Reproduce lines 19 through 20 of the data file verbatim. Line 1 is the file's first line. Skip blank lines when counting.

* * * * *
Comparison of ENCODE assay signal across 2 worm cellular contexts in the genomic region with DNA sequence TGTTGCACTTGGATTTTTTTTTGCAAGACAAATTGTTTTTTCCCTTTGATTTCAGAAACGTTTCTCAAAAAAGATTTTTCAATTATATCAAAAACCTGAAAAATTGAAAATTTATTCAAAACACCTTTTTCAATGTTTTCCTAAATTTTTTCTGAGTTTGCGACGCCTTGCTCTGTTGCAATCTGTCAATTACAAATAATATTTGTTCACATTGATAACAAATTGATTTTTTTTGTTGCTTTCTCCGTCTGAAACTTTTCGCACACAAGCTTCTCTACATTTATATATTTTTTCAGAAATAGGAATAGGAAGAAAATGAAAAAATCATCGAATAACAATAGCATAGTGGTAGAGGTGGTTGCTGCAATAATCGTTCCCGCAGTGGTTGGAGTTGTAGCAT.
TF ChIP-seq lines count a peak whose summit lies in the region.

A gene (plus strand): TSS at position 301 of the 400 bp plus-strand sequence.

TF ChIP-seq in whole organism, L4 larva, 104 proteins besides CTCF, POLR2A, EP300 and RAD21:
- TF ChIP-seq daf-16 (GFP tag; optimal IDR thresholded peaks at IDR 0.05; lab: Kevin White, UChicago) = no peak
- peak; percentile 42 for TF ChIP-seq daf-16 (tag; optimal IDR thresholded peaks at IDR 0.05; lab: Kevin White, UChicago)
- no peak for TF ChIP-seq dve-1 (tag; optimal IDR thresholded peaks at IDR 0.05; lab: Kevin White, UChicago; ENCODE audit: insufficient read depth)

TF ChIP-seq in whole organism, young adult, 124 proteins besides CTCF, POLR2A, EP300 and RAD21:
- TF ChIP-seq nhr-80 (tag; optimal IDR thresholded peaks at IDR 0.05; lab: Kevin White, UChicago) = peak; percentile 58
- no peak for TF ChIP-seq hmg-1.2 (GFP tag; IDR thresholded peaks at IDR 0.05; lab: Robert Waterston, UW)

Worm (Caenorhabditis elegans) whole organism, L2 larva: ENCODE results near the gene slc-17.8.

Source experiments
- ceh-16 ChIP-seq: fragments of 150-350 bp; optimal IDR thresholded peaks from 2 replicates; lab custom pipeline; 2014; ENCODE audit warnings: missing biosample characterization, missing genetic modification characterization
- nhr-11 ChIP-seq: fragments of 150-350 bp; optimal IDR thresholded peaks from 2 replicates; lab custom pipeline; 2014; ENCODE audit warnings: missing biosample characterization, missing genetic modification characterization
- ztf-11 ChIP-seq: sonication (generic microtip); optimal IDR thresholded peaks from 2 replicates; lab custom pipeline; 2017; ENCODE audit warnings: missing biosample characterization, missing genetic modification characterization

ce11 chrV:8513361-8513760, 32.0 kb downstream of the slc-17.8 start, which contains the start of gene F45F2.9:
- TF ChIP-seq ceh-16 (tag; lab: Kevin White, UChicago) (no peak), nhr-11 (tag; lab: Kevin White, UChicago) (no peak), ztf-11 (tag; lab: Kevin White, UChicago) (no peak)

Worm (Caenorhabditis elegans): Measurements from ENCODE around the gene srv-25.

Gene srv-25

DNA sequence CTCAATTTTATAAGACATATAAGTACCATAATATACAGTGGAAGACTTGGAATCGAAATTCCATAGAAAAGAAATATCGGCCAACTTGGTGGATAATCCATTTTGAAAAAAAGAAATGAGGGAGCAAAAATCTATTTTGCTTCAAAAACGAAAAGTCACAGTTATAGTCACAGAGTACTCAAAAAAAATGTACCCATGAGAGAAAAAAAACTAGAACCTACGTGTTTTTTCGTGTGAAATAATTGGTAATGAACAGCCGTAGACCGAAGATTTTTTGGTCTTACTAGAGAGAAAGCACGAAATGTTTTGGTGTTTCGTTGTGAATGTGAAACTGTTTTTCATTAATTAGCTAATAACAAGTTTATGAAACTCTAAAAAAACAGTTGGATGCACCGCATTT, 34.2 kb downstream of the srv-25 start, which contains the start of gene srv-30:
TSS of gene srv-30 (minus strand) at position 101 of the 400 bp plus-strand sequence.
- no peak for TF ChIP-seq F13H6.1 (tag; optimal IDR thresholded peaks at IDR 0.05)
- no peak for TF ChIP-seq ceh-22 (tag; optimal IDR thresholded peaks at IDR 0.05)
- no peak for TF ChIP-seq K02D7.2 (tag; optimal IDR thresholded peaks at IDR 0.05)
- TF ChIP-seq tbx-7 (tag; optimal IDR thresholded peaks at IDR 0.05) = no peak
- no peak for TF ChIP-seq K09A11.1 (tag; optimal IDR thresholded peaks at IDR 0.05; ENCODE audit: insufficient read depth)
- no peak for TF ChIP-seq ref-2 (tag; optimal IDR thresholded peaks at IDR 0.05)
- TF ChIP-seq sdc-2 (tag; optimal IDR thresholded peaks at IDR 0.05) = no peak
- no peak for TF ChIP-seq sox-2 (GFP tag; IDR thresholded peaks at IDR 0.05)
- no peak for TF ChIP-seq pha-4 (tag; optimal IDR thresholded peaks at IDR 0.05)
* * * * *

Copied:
Gene srv-25

DNA sequence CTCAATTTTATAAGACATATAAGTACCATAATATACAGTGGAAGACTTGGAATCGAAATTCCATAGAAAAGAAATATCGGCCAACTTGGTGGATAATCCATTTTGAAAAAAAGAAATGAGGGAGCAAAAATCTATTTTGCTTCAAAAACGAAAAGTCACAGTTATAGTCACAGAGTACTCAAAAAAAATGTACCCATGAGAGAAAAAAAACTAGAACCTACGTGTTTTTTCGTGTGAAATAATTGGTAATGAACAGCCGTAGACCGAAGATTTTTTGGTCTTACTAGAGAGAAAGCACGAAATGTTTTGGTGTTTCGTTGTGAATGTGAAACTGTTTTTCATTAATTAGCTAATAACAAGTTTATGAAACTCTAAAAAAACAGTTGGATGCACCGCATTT, 34.2 kb downstream of the srv-25 start, which contains the start of gene srv-30: